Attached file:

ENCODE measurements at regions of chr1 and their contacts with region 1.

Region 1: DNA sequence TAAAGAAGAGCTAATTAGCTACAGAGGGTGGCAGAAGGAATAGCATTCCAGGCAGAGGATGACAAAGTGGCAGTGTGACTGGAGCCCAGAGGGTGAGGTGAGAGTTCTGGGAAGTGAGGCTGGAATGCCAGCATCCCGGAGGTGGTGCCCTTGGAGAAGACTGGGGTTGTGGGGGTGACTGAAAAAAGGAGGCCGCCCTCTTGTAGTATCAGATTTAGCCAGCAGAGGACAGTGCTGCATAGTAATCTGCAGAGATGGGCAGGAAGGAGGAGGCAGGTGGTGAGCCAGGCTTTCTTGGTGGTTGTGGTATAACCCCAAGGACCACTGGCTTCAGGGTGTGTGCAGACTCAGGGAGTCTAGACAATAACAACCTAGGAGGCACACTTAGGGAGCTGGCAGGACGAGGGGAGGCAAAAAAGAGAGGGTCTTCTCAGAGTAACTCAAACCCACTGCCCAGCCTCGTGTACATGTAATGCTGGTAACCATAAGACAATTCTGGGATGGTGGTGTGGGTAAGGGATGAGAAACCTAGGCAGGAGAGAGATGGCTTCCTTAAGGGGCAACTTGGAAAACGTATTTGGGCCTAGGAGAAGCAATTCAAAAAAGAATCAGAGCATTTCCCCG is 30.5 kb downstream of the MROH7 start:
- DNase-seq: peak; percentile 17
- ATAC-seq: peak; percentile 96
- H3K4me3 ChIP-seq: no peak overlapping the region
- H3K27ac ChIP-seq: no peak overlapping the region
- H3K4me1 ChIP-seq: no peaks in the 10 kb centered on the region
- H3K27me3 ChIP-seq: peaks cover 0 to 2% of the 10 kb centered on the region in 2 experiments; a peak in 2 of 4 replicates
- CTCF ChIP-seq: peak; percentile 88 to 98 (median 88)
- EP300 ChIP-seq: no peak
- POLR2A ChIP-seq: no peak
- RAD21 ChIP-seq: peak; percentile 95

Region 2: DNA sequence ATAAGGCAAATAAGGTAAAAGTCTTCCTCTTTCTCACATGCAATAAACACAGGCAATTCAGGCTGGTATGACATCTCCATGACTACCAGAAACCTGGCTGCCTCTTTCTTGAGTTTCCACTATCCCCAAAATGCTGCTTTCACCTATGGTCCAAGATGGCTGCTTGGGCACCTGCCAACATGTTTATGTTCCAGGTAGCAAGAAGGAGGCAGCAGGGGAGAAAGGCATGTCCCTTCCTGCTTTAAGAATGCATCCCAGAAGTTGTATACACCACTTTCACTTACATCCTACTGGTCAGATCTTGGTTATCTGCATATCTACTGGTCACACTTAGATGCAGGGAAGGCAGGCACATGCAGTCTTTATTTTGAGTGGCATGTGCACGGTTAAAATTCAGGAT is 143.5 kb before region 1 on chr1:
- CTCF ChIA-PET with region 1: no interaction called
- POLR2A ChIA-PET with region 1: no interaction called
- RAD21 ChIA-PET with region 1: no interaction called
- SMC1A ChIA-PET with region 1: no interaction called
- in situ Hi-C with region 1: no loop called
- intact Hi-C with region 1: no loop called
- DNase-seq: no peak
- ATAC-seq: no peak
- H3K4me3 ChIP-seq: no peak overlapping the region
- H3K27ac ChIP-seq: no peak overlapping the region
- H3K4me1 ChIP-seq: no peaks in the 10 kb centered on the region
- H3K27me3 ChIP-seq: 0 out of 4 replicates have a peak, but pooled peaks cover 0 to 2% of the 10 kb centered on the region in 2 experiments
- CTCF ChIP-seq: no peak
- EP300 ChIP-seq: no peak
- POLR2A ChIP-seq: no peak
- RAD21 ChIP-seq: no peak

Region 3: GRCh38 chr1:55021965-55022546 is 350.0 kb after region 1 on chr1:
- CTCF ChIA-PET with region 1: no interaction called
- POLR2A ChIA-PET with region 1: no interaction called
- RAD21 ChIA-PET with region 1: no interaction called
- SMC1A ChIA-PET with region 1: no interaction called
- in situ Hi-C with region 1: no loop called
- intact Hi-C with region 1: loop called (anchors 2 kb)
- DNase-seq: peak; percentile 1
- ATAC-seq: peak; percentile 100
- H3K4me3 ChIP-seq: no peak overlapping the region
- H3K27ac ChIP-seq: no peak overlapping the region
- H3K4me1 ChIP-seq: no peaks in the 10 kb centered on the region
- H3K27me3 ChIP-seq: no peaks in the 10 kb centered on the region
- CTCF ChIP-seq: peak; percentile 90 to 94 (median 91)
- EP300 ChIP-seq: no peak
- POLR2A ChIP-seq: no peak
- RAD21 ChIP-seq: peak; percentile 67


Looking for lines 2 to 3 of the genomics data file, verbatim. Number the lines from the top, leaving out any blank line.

Region 1: DNA sequence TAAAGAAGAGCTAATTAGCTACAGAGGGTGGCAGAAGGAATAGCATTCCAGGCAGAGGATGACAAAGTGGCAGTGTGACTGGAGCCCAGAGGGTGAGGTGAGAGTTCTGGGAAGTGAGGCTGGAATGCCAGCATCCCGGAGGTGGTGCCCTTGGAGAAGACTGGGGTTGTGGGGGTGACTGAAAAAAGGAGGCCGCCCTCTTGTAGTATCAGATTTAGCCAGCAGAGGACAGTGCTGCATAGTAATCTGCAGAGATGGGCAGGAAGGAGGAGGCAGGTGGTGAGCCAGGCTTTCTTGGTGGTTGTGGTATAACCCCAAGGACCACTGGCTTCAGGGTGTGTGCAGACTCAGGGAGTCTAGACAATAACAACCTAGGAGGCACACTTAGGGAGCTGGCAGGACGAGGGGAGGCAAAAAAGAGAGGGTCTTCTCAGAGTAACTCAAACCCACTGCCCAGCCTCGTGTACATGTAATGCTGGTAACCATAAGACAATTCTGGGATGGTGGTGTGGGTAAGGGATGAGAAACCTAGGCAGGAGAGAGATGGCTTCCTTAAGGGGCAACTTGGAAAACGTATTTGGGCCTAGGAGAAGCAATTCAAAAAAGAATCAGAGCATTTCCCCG is 30.5 kb downstream of the MROH7 start:
- DNase-seq: peak; percentile 17